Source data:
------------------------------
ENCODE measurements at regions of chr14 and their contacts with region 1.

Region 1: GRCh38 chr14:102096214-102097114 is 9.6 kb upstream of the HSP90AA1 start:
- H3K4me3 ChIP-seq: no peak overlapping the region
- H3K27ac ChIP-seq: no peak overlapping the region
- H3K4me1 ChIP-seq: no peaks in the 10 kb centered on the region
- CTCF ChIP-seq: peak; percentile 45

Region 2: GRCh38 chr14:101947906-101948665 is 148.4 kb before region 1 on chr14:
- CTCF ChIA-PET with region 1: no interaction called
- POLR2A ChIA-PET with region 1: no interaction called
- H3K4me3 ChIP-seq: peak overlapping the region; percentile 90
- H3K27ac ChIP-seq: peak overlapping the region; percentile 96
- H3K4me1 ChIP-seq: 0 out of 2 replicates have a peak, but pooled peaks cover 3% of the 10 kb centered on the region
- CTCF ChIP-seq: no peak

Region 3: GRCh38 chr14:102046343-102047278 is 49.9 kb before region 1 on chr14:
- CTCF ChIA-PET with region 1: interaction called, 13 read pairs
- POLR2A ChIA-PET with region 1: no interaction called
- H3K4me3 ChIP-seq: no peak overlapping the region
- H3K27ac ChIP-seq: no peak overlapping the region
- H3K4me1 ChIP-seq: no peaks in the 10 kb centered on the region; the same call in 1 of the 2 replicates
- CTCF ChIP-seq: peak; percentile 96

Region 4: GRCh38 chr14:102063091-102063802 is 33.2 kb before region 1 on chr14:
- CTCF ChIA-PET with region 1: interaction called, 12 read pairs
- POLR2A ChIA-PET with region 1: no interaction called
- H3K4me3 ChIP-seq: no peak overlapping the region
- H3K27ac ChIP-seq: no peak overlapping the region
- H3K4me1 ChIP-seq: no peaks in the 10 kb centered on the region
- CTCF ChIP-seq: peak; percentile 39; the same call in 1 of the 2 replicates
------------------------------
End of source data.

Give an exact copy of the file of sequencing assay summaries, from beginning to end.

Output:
ENCODE measurements at regions of chr14 and their contacts with region 1.

Region 1: GRCh38 chr14:102096214-102097114 is 9.6 kb upstream of the HSP90AA1 start:
- H3K4me3 ChIP-seq: no peak overlapping the region
- H3K27ac ChIP-seq: no peak overlapping the region
- H3K4me1 ChIP-seq: no peaks in the 10 kb centered on the region
- CTCF ChIP-seq: peak; percentile 45

Region 2: GRCh38 chr14:101947906-101948665 is 148.4 kb before region 1 on chr14:
- CTCF ChIA-PET with region 1: no interaction called
- POLR2A ChIA-PET with region 1: no interaction called
- H3K4me3 ChIP-seq: peak overlapping the region; percentile 90
- H3K27ac ChIP-seq: peak overlapping the region; percentile 96
- H3K4me1 ChIP-seq: 0 out of 2 replicates have a peak, but pooled peaks cover 3% of the 10 kb centered on the region
- CTCF ChIP-seq: no peak

Region 3: GRCh38 chr14:102046343-102047278 is 49.9 kb before region 1 on chr14:
- CTCF ChIA-PET with region 1: interaction called, 13 read pairs
- POLR2A ChIA-PET with region 1: no interaction called
- H3K4me3 ChIP-seq: no peak overlapping the region
- H3K27ac ChIP-seq: no peak overlapping the region
- H3K4me1 ChIP-seq: no peaks in the 10 kb centered on the region; the same call in 1 of the 2 replicates
- CTCF ChIP-seq: peak; percentile 96

Region 4: GRCh38 chr14:102063091-102063802 is 33.2 kb before region 1 on chr14:
- CTCF ChIA-PET with region 1: interaction called, 12 read pairs
- POLR2A ChIA-PET with region 1: no interaction called
- H3K4me3 ChIP-seq: no peak overlapping the region
- H3K27ac ChIP-seq: no peak overlapping the region
- H3K4me1 ChIP-seq: no peaks in the 10 kb centered on the region
- CTCF ChIP-seq: peak; percentile 39; the same call in 1 of the 2 replicates